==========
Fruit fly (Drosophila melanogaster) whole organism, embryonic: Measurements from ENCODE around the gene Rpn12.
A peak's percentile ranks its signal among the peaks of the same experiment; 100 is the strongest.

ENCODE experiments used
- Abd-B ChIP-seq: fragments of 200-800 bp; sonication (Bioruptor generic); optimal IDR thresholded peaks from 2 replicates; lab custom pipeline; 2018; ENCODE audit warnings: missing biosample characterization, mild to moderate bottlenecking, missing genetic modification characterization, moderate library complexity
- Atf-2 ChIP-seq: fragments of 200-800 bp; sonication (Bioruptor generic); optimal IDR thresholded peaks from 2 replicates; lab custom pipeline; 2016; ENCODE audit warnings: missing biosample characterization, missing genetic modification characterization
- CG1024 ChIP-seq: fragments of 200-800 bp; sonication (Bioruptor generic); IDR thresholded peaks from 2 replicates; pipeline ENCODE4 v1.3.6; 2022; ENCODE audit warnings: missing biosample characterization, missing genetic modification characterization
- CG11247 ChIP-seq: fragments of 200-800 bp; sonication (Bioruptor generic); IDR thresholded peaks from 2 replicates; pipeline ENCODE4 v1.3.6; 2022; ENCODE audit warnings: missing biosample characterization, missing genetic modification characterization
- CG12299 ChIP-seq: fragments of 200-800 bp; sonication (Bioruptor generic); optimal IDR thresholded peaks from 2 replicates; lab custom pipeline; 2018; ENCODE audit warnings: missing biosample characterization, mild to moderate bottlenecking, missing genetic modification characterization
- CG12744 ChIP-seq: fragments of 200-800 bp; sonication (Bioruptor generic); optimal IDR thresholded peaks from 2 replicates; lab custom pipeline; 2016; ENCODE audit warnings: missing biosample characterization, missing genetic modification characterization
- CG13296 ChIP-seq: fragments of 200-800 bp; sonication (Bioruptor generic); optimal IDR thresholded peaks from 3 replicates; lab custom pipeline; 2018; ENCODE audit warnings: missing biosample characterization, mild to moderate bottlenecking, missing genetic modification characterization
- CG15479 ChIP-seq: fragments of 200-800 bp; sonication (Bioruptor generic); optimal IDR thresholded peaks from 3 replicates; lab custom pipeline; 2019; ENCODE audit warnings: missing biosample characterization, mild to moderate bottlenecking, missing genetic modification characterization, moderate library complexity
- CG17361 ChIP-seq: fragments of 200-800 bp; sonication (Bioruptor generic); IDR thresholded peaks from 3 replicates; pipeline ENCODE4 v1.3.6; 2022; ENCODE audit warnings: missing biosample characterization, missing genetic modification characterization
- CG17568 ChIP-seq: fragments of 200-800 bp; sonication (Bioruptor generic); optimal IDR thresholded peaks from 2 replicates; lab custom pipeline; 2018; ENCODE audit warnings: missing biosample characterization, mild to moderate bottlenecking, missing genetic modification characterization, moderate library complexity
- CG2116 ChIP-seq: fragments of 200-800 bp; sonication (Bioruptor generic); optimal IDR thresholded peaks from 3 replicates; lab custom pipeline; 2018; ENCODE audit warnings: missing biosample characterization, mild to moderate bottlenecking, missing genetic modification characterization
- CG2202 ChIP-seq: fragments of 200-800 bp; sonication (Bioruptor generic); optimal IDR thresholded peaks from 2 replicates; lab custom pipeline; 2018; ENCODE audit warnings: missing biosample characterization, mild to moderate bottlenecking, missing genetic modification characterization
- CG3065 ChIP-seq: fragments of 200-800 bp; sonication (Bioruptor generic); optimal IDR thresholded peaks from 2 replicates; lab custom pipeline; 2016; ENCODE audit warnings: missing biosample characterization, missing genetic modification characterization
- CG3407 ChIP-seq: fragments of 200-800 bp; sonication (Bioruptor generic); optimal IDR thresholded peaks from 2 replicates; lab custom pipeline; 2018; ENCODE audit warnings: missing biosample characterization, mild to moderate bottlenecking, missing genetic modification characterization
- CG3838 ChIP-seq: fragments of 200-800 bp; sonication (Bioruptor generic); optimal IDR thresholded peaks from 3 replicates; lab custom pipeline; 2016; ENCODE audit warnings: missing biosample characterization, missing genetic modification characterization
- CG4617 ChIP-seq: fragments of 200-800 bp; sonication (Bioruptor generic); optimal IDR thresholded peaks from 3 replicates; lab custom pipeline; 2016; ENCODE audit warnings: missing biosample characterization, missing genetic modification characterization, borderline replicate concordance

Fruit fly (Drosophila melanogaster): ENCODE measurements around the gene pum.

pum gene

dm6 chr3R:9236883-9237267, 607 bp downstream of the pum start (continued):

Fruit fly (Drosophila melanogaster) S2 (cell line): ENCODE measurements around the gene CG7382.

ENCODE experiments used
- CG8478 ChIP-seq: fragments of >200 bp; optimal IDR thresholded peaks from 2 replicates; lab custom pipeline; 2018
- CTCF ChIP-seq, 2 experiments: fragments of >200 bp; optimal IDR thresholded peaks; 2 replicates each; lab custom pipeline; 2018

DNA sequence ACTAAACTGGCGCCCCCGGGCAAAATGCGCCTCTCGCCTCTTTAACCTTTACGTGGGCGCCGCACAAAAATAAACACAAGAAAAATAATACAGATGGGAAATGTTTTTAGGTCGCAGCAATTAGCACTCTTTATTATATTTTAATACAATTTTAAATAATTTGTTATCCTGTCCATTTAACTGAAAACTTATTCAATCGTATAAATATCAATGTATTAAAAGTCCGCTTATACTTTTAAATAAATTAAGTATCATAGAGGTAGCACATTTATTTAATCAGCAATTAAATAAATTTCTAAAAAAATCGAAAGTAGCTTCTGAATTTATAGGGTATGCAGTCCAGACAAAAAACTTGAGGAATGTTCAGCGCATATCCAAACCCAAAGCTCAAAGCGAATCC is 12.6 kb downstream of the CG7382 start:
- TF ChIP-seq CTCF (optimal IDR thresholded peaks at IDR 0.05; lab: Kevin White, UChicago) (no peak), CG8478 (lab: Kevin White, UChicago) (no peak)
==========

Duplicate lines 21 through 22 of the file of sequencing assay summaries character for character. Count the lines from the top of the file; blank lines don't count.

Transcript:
pum gene

dm6 chr3R:9236883-9237267, 607 bp downstream of the pum start (continued):